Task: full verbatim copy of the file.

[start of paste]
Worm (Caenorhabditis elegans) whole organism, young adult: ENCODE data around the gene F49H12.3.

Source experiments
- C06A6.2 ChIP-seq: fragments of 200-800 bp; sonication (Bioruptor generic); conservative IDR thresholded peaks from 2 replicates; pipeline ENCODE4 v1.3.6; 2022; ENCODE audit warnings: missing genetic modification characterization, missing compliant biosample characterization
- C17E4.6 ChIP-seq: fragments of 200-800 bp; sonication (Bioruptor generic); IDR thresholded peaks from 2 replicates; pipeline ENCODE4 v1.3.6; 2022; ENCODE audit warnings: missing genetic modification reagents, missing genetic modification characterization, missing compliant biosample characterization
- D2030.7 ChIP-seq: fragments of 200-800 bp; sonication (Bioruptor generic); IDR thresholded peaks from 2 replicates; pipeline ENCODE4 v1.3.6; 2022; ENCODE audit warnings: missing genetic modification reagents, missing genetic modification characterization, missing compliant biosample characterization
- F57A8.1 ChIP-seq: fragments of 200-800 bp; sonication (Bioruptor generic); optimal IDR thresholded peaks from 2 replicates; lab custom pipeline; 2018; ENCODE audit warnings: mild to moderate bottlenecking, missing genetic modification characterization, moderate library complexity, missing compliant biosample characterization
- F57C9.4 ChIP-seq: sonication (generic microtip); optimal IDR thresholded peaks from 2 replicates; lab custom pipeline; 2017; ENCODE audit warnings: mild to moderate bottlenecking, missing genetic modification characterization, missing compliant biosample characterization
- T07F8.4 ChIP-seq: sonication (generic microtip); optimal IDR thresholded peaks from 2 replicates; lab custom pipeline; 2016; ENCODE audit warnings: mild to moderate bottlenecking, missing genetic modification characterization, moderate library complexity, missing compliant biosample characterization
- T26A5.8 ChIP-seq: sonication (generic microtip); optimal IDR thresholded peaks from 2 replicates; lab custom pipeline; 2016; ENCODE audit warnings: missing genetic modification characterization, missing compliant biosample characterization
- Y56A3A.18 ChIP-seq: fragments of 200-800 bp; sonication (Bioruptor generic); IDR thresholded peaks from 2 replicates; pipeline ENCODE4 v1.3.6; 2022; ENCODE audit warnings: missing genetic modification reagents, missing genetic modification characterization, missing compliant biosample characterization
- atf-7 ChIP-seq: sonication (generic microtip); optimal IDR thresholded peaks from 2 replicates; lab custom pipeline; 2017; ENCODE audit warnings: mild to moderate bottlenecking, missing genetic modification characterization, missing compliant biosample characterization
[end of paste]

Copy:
Worm (Caenorhabditis elegans) whole organism, young adult: ENCODE data around the gene F49H12.3.

Source experiments
- C06A6.2 ChIP-seq: fragments of 200-800 bp; sonication (Bioruptor generic); conservative IDR thresholded peaks from 2 replicates; pipeline ENCODE4 v1.3.6; 2022; ENCODE audit warnings: missing genetic modification characterization, missing compliant biosample characterization
- C17E4.6 ChIP-seq: fragments of 200-800 bp; sonication (Bioruptor generic); IDR thresholded peaks from 2 replicates; pipeline ENCODE4 v1.3.6; 2022; ENCODE audit warnings: missing genetic modification reagents, missing genetic modification characterization, missing compliant biosample characterization
- D2030.7 ChIP-seq: fragments of 200-800 bp; sonication (Bioruptor generic); IDR thresholded peaks from 2 replicates; pipeline ENCODE4 v1.3.6; 2022; ENCODE audit warnings: missing genetic modification reagents, missing genetic modification characterization, missing compliant biosample characterization
- F57A8.1 ChIP-seq: fragments of 200-800 bp; sonication (Bioruptor generic); optimal IDR thresholded peaks from 2 replicates; lab custom pipeline; 2018; ENCODE audit warnings: mild to moderate bottlenecking, missing genetic modification characterization, moderate library complexity, missing compliant biosample characterization
- F57C9.4 ChIP-seq: sonication (generic microtip); optimal IDR thresholded peaks from 2 replicates; lab custom pipeline; 2017; ENCODE audit warnings: mild to moderate bottlenecking, missing genetic modification characterization, missing compliant biosample characterization
- T07F8.4 ChIP-seq: sonication (generic microtip); optimal IDR thresholded peaks from 2 replicates; lab custom pipeline; 2016; ENCODE audit warnings: mild to moderate bottlenecking, missing genetic modification characterization, moderate library complexity, missing compliant biosample characterization
- T26A5.8 ChIP-seq: sonication (generic microtip); optimal IDR thresholded peaks from 2 replicates; lab custom pipeline; 2016; ENCODE audit warnings: missing genetic modification characterization, missing compliant biosample characterization
- Y56A3A.18 ChIP-seq: fragments of 200-800 bp; sonication (Bioruptor generic); IDR thresholded peaks from 2 replicates; pipeline ENCODE4 v1.3.6; 2022; ENCODE audit warnings: missing genetic modification reagents, missing genetic modification characterization, missing compliant biosample characterization
- atf-7 ChIP-seq: sonication (generic microtip); optimal IDR thresholded peaks from 2 replicates; lab custom pipeline; 2017; ENCODE audit warnings: mild to moderate bottlenecking, missing genetic modification characterization, missing compliant biosample characterization